and immediately determined, if possible, to get possession of the document so found, lest its publication might expose their theory. To effect this they employed the talented money-loving and unscrupulous D.P. Hurlbut to go to Monson, Mass., to obtain, if possible, the document referred to. He made the journey and by subtlety and lying obtained an order from Mrs. D. on her brother -- Mr. Sabine -- for it, promising that it should be returned to her in a short time. This promise was never fulfilled. Returning to Conneaut, he obtained a certificate from several gentlemen that it was in the handwriting of Mr. Spaulding, delivered it to the Mormons, got his pay -- some $400 or $500 -- and went his way. What eventually became of this manuscript is not known, but it was probably destroyed. So the whole matter remains to a great extent a mystery yet unsolved.
[ pg. 2 col. 4: McKee continued]
At the close I was driven in the carriage by J. F. Miller to the residence of his father -- my old friend, Joseph Miller -- on the road to Amity. I found Mr. Miller to be in remarkably good health for a man in his 88th year (some eight or nine years my senior), and spent the evening and most of the next day in pleasant conversation about our intercourse and occurrences at Amity 64 years before. He had read the Book of Mormon carefully and was convinced that it was founded substantially upon the work written by Mr. Spaulding in Ohio. He was a particular friend of Mr. Spaulding, who died in October 1816 -- a month or two after I had left the village. He told me that he attended Mr. S. in his last illness in company with Dr. Dodd -- the pastor of the church; superintended his funeral, and afterwards settled up his business, He said that Mr. S. suffered greatly at times by reason of the rupture, but appeared submissive, and peacefully passed away;that he thought him a sincere Christian and his death a great loss to the community.
[ pg. 2 col. 5: McKee continued ]
I am told, report that at least nine-tenths of the people [of ------------ read] [the] statements of the gentlemen above named and held, with them, that the whole Mormon theory was a cunningly devised scheme of Satan, the Father of Lies, to delude and ruin the many, and afford a sort of refuge for the more enlightened few, who were ambitious to acquire wealth or notoriety, as the public advocates of the new theory of religious belief.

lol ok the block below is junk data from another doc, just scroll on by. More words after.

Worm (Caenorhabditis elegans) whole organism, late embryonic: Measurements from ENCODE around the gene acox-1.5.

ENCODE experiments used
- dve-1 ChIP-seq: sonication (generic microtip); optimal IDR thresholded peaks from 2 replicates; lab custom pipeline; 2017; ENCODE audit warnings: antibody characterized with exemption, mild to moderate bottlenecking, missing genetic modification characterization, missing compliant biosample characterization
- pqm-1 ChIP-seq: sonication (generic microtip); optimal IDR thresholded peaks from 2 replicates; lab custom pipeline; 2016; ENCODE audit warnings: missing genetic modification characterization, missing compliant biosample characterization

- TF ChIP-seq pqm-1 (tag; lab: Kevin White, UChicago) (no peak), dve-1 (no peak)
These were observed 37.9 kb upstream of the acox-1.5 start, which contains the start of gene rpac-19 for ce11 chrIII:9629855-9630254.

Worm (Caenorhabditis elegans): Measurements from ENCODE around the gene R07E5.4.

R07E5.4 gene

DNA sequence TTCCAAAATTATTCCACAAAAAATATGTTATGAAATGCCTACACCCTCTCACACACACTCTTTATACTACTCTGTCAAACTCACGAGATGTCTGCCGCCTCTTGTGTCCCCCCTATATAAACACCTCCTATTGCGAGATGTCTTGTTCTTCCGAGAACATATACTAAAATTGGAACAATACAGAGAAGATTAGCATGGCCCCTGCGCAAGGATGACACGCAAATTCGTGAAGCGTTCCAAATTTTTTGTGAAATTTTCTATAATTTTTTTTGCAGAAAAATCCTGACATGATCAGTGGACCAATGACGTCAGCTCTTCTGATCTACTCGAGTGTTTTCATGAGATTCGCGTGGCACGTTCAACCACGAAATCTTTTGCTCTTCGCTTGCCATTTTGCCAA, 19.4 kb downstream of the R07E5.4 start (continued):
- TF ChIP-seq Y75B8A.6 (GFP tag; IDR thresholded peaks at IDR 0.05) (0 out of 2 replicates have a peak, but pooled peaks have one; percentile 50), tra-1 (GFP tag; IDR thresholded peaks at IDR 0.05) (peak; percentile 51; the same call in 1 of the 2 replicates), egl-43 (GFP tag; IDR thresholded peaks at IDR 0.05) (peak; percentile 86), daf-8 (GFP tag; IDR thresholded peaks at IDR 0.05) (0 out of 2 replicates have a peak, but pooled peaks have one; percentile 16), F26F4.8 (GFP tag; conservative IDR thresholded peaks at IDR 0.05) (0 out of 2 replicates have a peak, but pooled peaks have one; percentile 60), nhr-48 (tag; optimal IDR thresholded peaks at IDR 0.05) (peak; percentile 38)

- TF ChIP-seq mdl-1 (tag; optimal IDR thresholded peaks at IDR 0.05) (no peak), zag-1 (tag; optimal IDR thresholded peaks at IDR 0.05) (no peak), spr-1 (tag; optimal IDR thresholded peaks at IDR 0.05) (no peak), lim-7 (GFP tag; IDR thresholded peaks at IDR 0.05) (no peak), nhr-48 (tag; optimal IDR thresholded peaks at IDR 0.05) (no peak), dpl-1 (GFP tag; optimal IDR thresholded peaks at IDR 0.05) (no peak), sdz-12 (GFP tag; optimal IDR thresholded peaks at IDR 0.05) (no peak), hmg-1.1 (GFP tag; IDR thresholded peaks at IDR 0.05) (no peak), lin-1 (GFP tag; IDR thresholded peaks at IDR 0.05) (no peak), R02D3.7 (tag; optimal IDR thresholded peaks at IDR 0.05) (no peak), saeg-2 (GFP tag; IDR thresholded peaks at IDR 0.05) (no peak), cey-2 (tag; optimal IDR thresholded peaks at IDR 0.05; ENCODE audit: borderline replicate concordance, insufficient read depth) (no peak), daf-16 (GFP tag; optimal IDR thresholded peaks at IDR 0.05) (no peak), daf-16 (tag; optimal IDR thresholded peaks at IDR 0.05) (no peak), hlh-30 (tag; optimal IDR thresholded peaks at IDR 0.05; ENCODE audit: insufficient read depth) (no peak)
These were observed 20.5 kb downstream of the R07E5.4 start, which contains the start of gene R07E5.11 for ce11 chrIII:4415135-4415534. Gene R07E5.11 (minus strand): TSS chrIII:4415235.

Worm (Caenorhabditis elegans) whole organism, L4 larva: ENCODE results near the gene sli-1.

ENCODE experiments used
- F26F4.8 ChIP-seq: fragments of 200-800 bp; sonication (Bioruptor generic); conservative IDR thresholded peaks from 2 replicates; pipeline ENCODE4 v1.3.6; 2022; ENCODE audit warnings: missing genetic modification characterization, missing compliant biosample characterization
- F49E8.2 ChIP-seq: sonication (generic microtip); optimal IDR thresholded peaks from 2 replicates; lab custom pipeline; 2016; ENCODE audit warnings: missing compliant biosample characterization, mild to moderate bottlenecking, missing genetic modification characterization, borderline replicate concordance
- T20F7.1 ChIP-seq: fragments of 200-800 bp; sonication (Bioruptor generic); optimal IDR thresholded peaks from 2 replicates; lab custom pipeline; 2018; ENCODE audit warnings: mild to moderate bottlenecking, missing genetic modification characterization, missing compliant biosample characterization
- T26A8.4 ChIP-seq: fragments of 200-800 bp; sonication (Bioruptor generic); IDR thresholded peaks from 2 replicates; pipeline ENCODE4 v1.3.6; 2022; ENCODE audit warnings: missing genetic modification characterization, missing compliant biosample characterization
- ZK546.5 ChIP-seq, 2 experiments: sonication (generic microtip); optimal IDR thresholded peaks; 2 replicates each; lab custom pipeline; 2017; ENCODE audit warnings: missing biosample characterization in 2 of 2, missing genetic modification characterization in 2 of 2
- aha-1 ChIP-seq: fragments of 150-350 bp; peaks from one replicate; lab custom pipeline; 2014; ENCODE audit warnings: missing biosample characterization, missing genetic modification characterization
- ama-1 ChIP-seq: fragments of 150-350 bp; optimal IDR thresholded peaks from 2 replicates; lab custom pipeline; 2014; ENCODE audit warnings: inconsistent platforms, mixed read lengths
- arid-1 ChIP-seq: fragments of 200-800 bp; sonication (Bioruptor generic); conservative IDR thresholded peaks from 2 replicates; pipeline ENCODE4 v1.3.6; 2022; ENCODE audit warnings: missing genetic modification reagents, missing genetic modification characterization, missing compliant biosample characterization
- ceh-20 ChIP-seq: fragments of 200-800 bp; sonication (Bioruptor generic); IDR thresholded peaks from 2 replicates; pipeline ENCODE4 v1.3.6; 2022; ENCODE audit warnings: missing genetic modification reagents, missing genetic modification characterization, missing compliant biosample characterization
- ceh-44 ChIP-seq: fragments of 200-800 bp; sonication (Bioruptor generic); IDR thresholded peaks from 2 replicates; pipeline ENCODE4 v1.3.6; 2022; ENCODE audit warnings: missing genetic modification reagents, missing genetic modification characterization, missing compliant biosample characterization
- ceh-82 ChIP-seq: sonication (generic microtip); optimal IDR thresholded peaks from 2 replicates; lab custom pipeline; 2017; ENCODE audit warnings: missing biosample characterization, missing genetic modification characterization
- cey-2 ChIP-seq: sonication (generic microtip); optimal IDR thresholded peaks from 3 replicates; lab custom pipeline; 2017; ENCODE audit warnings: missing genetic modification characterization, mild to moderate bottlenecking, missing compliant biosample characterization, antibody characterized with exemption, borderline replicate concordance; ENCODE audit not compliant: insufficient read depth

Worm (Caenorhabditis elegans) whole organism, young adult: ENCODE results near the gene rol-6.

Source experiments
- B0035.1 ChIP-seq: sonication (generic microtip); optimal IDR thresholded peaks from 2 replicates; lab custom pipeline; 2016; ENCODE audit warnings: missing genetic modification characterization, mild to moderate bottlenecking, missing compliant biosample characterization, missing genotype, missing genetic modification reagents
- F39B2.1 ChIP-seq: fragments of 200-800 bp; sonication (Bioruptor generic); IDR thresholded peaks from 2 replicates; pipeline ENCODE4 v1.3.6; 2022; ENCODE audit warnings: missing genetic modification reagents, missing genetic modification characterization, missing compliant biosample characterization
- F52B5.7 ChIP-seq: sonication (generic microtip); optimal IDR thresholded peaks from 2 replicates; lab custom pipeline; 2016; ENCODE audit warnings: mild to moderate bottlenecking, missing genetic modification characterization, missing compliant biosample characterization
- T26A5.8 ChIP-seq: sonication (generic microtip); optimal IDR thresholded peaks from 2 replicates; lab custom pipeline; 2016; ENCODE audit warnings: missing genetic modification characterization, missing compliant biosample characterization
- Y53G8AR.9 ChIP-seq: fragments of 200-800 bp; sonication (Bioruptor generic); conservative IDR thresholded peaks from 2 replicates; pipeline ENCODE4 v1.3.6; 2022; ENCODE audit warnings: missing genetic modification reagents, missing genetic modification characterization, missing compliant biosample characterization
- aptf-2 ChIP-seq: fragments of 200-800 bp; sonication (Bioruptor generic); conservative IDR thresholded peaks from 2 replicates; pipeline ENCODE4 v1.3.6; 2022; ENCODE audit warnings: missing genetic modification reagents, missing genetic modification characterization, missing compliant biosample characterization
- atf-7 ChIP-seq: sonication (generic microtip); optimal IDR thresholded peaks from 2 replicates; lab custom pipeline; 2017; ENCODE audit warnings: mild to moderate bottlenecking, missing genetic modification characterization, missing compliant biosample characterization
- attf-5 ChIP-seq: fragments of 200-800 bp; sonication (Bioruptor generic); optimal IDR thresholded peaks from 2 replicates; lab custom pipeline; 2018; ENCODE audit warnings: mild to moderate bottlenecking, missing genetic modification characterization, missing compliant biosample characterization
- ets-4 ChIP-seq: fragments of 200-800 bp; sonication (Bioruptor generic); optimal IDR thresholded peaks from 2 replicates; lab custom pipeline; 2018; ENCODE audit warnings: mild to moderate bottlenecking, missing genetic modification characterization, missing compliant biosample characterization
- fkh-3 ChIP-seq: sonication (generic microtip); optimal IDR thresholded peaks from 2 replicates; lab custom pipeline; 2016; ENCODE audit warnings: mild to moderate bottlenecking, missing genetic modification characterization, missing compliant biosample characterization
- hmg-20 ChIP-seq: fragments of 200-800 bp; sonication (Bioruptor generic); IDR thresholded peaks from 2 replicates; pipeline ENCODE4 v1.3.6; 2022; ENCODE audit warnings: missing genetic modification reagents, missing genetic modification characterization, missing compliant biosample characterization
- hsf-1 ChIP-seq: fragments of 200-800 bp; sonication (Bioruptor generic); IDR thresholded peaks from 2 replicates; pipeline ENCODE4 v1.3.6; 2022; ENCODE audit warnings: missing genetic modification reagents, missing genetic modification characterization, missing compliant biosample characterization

[ pg. 2 col. 6: McKee continued ]
After their settlement in Utah, having greatly increased in numbers, they supposed they had gained their final destination, and looked for the fulfillment of this prediction at an early day.The original of Redick McKee's letter is preserved in the A. B. Deming papers at the Chicago Historical Society Library. McKee died in West Virginia eight months after he wrote the lengthy letter to Deming. Robert Patterson, Jr. printed a notice of McKee's death in the Presbyterian Banner of Sept. 22, 1886. That obituary is reproduced in the next column of this issue.
[ pg. 2 col. 7: More McKee, etc. ]
Redick McKee, Esq., well known to many of the older readers of the BANNER, died at Berkeley Springs, West Virginia, on Monday evening, Sept. 13th, in the 86th year of his age. His death was sudden and unexpected. A private letter from him, of Sept. 9th, was received at the BANNER office Sept. 11th, relating to work which he had then in contemplation. Mr. McKee was born Dec. 7, 1800, at McKeesport, Alleghany County, Pa., of which town his father was the proprietor and founder. In early life he was in such delicate health that he was not expected to reach maturity, and for the same reason his school education was limited to about four months. His mother, however, well fulfilled at home the office of a teacher. A few years of life on the farm of an uncle so far invigorated his health that in his 12th year he entered the employment of Messrs. Hugh and James Jelley, who conducted an extensive mercantile business in Pittsburgh. So rapidly did he develop a faculty for business that two years afterwards and whilst in his 14th year, he was entrusted by his employeers with the management of a branch store which they established at Amity, Washington Co., Pa., with a stock of assorted goods amounting to $5,000 or $6,000. Here he remained nearly two years, during the whole of which time he boarded with Rev. Solomon Spaulding, whose name has been so often mentioned in connection with the authorship of "The Book of Mormon."
Mc Kee continued his interest in the Spalding claims and in a letter written to Robert Patterson, Jr. (dated Washington, D. C., April 15, 1879) he said: "There can be no doubt that the Book of Mormon was founded on and largely copied from the vigorous romance of Solomon Spaulding.... Mr. Spaulding told me that he had submitted the work to Mr. Patterson for publication, but for some reason it was not printed, and afterwards returned to him. I also understood he was then occasionally re-writing, correcting, and he thought improving some passages descriptive of his supposed battles. In this connection he spoke of the man Rigdon as an employee in the printing or book-binding establishment of Patterson & Lambdin, in Pittsburgh; but about him I made no special inquiries."
McKee's reminiscences were printed by Robert Patterson, Jr. in his 1882 Who Wrote the Book of Mormon? and excerpts from his recollections there were subsequently cited by Clark Braden (1884), who referred to him as "Ruddick McKee; by Hubert H. Bancroft (1889); William H. Whitsitt (1891); Theodore Schroeder (1901); William A. Linn (1902); B. H. Roberts (1908); Howard Davis, et. al (1977); J. &. S. Tanner (1977); and by Lester E. Bush (1977). Of the above writers on Howard A. Davis appears to have been aware of McKee's 1886 letter to Arthur B. Deming. Davis quotes from the letter on pp. 79-85 in his book on the Spalding claims.